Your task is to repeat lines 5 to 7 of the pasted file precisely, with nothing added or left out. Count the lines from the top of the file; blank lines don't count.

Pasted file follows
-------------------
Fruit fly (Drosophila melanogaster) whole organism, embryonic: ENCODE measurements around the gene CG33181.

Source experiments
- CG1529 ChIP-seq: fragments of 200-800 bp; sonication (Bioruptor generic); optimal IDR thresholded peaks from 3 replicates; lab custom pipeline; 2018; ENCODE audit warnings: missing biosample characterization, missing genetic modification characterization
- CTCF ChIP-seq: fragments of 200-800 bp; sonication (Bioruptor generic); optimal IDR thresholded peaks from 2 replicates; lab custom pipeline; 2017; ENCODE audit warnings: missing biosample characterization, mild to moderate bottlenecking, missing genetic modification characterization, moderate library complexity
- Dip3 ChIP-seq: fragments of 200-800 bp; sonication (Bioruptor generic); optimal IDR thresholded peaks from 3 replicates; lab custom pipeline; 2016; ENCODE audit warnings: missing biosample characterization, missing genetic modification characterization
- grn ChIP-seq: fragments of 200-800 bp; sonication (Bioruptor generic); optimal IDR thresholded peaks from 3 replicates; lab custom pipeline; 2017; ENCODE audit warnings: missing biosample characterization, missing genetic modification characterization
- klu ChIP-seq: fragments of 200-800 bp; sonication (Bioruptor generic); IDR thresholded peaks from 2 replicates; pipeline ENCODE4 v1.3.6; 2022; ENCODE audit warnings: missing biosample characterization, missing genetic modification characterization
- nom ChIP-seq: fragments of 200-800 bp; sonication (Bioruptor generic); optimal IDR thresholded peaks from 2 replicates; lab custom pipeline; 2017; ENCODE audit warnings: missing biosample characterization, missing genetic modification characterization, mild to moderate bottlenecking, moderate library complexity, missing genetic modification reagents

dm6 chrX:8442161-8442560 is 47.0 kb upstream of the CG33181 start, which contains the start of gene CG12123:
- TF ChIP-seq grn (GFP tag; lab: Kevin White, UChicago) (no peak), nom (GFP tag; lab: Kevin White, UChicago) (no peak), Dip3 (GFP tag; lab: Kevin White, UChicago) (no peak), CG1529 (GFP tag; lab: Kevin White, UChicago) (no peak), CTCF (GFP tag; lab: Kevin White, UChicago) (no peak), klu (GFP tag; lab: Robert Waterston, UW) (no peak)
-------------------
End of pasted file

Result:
- Dip3 ChIP-seq: fragments of 200-800 bp; sonication (Bioruptor generic); optimal IDR thresholded peaks from 3 replicates; lab custom pipeline; 2016; ENCODE audit warnings: missing biosample characterization, missing genetic modification characterization
- grn ChIP-seq: fragments of 200-800 bp; sonication (Bioruptor generic); optimal IDR thresholded peaks from 3 replicates; lab custom pipeline; 2017; ENCODE audit warnings: missing biosample characterization, missing genetic modification characterization
- klu ChIP-seq: fragments of 200-800 bp; sonication (Bioruptor generic); IDR thresholded peaks from 2 replicates; pipeline ENCODE4 v1.3.6; 2022; ENCODE audit warnings: missing biosample characterization, missing genetic modification characterization